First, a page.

When Holiday Director, Yvonne, visited Canada it changed her life forever. Here she tells the story of Mary Schaffer Warren, the explorer credited with the discovery of Maligne Lake in the Rocky Mountains.
I have worked as a Tour Manager for about 30 years, taking little breaks to travel independently, train as a teacher, manage a ski resort, and work in an office. Needless to say, I soon saw sense and went ‘back on the road’ again.
I always wanted to travel. I can vividly remember sitting on the beach in Weston-super-Mare, with my father, asking him how far ‘abroad’ was and when I would be old enough to go.
Many years later, I travelled to Canada and instantly fell in love with the place. Over the years, I have been fortunate to explore the country from east to west and can honestly say that wherever you travel, Canada will beguile you.
If I could go back in time, I would love to meet some of Canada’s great women. Since the 1800s, many brave ladies have changed the face of this great nation and one of my favourites is Mary Schaffer Warren. Born in 1861 in Pennsylvania, she began her career as a botanist and after marrying Dr Charles Schaffer, travelled to the Canadian Rockies with him and illustrated a book on regional wildflowers. It was much later that she became an explorer, writer and photographer and was one of the first single women of her time to explore beyond the comforts of her luxury hotel. During the early 1900s, exploration was a male domain. Luckily, she was persistent, tough and ambitious!
Amongst other things, she built solid relationships with many of Canada’s First Nations people. One of her closest friends was Sampson Beaver, who helped her search for a lake in the far north with a hand-drawn map. Now known as one of the most beautiful scenic drives in the world, her journey from Field in British Columbia to find this elusive lake was no small task! Today, the journey takes around four hours, in 1908, it took six months of backcountry travel.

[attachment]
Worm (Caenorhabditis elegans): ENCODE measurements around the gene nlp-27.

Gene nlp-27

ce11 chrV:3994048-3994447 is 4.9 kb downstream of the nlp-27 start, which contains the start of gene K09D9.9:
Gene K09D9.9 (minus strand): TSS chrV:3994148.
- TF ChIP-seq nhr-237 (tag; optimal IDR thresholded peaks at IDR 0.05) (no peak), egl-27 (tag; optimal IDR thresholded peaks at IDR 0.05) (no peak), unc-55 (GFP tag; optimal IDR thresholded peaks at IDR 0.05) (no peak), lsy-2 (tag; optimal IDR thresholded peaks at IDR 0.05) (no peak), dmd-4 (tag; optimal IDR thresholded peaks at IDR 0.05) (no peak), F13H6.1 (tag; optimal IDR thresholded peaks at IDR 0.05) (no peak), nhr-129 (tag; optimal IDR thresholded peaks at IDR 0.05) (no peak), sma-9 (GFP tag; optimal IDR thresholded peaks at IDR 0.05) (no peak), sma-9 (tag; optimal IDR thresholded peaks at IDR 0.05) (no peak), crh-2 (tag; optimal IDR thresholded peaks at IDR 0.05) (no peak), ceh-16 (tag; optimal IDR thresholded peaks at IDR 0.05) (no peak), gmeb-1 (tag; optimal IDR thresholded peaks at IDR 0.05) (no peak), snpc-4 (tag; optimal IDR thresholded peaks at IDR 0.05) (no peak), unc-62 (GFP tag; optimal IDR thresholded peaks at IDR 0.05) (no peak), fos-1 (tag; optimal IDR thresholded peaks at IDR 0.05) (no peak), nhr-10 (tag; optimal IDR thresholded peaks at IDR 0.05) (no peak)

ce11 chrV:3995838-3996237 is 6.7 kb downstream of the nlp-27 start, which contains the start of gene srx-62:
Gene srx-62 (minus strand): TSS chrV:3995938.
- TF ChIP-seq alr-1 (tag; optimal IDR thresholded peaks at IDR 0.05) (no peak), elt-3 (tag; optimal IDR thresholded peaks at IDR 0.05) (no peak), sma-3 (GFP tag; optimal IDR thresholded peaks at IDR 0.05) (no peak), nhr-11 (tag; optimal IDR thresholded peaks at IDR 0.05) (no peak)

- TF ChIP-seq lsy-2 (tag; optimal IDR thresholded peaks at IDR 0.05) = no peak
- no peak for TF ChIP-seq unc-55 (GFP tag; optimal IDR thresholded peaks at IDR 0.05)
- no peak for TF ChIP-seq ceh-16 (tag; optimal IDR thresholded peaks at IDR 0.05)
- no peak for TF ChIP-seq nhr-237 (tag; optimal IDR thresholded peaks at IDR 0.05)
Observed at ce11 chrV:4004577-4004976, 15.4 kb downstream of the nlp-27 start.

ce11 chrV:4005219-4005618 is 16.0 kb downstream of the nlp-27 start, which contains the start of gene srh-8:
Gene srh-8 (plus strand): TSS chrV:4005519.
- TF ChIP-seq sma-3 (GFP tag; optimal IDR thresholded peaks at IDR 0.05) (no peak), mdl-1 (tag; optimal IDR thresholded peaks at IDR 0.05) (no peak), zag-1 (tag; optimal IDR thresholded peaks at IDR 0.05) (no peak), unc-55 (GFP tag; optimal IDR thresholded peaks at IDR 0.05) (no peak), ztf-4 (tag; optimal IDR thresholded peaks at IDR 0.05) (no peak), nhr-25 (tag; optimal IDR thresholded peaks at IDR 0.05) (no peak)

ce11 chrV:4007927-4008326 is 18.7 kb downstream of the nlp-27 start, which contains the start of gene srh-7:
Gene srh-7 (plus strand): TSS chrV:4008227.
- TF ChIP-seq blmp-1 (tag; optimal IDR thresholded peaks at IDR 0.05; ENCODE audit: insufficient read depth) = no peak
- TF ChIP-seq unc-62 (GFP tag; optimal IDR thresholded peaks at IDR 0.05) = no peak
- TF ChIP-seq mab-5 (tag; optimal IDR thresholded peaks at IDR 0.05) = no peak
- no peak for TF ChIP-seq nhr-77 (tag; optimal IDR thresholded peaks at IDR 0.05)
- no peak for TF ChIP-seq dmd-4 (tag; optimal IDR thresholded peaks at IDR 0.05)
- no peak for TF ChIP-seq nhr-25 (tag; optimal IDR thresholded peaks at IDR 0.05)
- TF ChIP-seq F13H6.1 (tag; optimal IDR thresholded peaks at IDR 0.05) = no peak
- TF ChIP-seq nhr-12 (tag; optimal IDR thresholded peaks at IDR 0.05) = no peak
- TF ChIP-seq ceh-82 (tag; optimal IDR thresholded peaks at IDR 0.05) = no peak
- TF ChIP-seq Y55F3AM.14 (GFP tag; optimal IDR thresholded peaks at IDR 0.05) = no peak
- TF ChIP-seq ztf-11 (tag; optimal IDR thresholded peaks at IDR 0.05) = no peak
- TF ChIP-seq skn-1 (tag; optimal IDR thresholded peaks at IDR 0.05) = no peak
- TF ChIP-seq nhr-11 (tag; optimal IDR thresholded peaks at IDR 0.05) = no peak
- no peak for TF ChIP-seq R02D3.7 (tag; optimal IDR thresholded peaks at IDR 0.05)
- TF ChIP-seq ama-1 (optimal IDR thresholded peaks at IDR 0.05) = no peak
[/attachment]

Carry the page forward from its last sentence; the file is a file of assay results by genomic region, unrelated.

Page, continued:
Can you guess the name of this now famous, lake? It is, of course, Maligne Lake and nowadays, thousands of visitors flock to see its azure-blue waters. When they see the lake for the first time, the words that spring to mind are probably unique, magical and awe-inspiring. I have seen people speechless and moved to tears by its beauty.
Schaffer was probably the first white woman to see some of Canada’s lakes with her own eyes. She described Lake Louise as a ‘pearl’ and Lake Maligne as ‘a whole string of pearls’. Over the years, Mary returned many times to survey Maligne Lake for the Geographical Board of Canada.
I always say to my groups that ‘time spent in the mountains, is not deducted from the rest of your life’. It’s a saying I wholeheartedly believe to be true. Every time I go to the Rockies, I see something new, a mountain in a different light, a rarely seen animal or bird, a different lake. The hikes are incredible, and most of the time you have the trails to yourself. Last time I was there, I saw a mother bear with her two cubs and two bald eagles. Sightings like this are not rare.
People have been living in Canada’s national parks for around 11,000 years and today, there are vast areas of wilderness that probably haven’t changed in all that time.